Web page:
In April, my colleagues at the Pillar of Law Institute were approached with informal questions about delegate autonomy at national political conventions. As proponents of free speech and, equally importantly, free association, we are not ones to meddle in the affairs of any political party other than to say political parties are subject to their own internal governance.
But this is controversial, because the presumptive presidential nominees of both major parties are heading into their respective national conventions with less-than-overwhelming support. What if a party’s delegates decide to go with someone else? Politically contentious, certainly, but it is not something the law can constitutionally prevent.
And what if the law leaves delegates exposed to baseless retaliation with limited recourse?
Federal campaign finance law has governed delegates since the 1970s, and (somewhat surprisingly) allows individuals to contribute unlimited sums to convention delegates (which has not been a boon to delegate fundraising). However, the law’sbroad corporate contribution ban includes delegates and does not feature the exceptions recognized for candidates for federal office, such as allowing in-kind contributions for certain legal services.
Although delegate autonomy might be an issue at both conventions, it is this year’s Republican convention that drives home the risks of advocating or simply educating on behalf of autonomy under the federal corporate ban. Donald Trump, the presumptive Republican nominee, has a rather litigious history, which includes baseless defamation lawsuits. If Trump were to threaten or bring a lawsuit against convention delegates with whom he disagrees, Pillar—a nonprofit corporation—would be prohibited from providing free legal services to fight back, lest both the organization and delegates in question be charged with facilitating illegal in-kind corporate contributions. This violation could lead to civil penalties from the Federal Election Commission (FEC) or, more chillingly, criminal cases brought by the Department of Justice.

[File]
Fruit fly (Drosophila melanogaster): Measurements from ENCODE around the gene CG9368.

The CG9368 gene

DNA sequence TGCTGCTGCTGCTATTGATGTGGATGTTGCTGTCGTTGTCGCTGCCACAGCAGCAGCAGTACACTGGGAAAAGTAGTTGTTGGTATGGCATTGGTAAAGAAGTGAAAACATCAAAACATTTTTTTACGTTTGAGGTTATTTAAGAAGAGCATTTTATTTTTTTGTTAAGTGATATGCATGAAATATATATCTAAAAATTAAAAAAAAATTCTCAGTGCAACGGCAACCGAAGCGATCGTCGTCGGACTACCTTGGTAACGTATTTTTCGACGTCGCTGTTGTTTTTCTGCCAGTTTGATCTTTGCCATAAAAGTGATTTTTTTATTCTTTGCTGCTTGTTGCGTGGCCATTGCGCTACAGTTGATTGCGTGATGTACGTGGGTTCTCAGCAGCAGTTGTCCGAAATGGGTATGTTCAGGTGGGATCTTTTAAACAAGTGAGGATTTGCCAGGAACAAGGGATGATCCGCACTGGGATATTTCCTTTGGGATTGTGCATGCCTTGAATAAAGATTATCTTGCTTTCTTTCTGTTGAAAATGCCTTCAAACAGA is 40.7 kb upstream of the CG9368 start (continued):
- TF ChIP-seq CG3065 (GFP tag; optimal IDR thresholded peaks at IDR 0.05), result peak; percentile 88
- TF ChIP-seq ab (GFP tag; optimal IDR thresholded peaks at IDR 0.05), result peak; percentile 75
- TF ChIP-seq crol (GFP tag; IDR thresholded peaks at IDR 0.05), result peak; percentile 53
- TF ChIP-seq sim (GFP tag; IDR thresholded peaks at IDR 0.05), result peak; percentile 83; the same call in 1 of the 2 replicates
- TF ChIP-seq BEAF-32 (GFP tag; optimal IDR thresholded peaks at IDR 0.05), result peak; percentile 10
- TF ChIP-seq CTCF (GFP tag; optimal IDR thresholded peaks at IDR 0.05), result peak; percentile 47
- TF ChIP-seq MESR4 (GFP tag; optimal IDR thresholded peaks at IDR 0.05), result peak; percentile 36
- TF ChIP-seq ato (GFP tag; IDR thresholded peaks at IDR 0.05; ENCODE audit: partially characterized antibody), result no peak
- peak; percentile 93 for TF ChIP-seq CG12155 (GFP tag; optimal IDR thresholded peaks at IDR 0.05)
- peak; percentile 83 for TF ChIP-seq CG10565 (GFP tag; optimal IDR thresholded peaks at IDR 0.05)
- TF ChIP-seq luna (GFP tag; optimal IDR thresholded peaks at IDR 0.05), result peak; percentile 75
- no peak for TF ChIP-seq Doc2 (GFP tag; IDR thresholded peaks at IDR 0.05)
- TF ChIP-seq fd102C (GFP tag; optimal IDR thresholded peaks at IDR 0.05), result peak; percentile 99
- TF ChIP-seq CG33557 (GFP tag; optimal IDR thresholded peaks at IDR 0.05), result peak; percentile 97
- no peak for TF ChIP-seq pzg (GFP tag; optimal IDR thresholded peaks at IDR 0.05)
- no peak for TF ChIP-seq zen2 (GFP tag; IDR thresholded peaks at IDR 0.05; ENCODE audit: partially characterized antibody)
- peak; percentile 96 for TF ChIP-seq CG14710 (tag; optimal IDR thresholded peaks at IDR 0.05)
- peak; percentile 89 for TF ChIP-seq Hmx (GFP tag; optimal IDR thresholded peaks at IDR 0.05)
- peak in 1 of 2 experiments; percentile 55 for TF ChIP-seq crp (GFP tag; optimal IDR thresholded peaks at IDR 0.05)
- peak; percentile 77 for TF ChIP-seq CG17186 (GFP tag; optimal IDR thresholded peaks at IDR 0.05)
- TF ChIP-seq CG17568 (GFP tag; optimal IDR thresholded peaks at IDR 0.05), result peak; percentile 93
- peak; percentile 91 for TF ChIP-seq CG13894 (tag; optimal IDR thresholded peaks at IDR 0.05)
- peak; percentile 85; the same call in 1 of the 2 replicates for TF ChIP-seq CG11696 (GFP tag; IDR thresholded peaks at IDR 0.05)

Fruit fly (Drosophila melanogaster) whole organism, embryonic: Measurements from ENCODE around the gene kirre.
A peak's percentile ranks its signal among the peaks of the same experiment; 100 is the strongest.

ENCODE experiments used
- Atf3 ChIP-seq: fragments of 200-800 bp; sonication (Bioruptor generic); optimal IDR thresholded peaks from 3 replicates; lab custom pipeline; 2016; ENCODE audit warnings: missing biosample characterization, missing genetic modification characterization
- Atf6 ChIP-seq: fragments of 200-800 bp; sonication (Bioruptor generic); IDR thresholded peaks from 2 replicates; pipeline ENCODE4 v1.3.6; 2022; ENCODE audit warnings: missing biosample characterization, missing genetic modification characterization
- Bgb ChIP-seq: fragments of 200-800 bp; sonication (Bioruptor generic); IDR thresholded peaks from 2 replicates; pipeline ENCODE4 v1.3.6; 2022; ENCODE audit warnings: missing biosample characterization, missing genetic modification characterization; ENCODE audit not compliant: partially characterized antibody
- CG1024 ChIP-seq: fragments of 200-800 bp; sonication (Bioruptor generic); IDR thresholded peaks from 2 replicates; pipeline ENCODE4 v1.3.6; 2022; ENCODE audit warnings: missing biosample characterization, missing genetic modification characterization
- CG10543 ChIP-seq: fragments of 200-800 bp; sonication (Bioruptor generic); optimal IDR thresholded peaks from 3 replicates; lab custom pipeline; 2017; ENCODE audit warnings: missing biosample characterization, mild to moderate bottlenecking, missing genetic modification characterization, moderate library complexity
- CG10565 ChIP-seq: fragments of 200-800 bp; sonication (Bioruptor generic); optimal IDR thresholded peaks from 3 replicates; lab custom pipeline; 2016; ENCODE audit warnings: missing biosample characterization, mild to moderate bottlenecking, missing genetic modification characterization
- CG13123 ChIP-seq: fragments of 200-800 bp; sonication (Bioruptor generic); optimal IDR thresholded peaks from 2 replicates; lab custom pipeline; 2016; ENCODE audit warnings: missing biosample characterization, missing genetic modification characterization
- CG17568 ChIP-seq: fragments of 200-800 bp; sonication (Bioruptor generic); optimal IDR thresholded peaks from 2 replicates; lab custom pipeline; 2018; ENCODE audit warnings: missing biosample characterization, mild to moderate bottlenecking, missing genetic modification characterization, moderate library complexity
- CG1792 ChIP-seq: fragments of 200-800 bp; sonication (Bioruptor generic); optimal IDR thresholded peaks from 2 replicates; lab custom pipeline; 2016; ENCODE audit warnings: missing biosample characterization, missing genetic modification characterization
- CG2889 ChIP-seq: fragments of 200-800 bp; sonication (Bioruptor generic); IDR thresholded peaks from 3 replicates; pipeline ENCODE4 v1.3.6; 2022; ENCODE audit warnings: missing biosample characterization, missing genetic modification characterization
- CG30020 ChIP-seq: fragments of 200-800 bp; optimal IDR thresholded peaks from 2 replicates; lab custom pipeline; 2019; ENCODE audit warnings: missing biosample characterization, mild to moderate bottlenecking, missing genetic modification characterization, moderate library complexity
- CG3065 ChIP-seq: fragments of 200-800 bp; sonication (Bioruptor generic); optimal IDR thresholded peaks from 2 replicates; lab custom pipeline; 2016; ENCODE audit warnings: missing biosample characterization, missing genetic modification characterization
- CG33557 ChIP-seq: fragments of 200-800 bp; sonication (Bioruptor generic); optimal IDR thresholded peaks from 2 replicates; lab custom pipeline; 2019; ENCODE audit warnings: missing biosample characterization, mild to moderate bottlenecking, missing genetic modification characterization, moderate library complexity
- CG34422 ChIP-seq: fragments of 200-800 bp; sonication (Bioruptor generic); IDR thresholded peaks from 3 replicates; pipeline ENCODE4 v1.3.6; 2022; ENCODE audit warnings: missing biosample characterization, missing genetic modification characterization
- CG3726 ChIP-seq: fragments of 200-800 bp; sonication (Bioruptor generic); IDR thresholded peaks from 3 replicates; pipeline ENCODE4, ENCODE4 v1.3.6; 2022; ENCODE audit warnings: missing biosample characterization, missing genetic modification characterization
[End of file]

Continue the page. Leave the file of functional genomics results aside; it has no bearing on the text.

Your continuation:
The ban is so broad that Pillar cannot even give books to delegates that discuss the issue of delegate autonomy; these are also illegal in-kind corporate contributions.
Simple, non-partisan advocacy and educational activities are banned under federal law, hindering the free speech and associational rights of delegates and Pillar. Not ones to take speech bans lightly, we sued the FEC earlier this month on behalf of Pillar and two Republican delegates—and recently filed for a preliminary injunction—aiming to overturn or significantly curtail this ban before the Republican Convention in July.
One might counter that this ban is not a serious threat; after all, in my personal capacity I could provide unlimited legal services to any delegate and any number of books, so long as these are not paid for with Pillar’s funds. That might help the delegates, but does nothing for Pillar or similarly situated nonprofits, and would be casually indifferent to the supposed ends of campaign finance reform. In this case, the ban serves only to cut off resources and expertise that may be used to educate and defend citizens participating in the American experiment.
The coming party conventions may be quite heated, or they may end up being little more than fanfare for the presumptive nominees. In any event, the ironies of campaign finance law continue to abound and astound, all too often serving to wall off American democracy from average citizens and to protect powerful interests.